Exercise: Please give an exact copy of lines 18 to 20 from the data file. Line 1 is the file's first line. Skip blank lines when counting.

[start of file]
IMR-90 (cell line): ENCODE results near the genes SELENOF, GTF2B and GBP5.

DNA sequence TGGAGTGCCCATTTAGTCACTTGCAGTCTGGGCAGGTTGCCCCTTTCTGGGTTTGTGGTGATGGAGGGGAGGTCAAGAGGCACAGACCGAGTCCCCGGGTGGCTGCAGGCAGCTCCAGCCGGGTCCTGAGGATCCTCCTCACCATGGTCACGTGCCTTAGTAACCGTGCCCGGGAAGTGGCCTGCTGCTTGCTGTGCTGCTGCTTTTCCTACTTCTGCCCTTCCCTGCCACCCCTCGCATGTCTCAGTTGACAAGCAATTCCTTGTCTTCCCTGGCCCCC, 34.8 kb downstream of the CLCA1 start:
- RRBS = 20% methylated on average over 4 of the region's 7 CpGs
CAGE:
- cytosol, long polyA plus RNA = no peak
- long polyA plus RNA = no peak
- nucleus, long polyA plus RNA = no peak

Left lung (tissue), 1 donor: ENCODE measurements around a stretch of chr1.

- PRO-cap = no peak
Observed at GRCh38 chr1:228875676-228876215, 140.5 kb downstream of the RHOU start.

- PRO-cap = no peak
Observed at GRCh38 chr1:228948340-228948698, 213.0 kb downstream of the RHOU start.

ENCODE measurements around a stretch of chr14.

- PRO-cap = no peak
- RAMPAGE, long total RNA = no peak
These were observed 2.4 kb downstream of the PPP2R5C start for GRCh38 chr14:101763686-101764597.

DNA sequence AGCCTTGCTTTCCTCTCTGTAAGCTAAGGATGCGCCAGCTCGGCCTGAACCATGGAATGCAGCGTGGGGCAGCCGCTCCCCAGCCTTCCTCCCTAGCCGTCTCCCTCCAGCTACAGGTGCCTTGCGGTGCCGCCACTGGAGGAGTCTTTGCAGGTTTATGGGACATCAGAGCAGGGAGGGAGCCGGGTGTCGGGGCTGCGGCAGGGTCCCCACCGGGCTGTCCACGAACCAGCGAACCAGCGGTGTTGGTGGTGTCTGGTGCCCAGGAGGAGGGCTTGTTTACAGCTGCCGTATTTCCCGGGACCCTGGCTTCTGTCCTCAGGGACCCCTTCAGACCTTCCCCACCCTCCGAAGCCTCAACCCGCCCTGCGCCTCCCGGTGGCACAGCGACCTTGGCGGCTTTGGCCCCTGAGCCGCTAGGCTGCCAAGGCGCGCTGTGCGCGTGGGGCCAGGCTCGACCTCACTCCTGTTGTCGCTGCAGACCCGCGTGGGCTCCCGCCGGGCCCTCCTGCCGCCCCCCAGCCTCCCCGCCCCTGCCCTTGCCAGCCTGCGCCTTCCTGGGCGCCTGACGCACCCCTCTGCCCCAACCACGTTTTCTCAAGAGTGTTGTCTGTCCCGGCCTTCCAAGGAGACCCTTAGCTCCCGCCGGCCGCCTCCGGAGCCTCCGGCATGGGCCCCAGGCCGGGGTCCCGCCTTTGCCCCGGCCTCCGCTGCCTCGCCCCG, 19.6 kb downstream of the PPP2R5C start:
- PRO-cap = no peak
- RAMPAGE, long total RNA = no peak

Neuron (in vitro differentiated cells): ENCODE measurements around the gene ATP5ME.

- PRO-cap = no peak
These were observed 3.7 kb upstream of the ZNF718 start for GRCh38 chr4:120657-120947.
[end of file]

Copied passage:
- PRO-cap = no peak
- RAMPAGE, long total RNA = no peak

Neuron (in vitro differentiated cells): ENCODE measurements around the gene ATP5ME.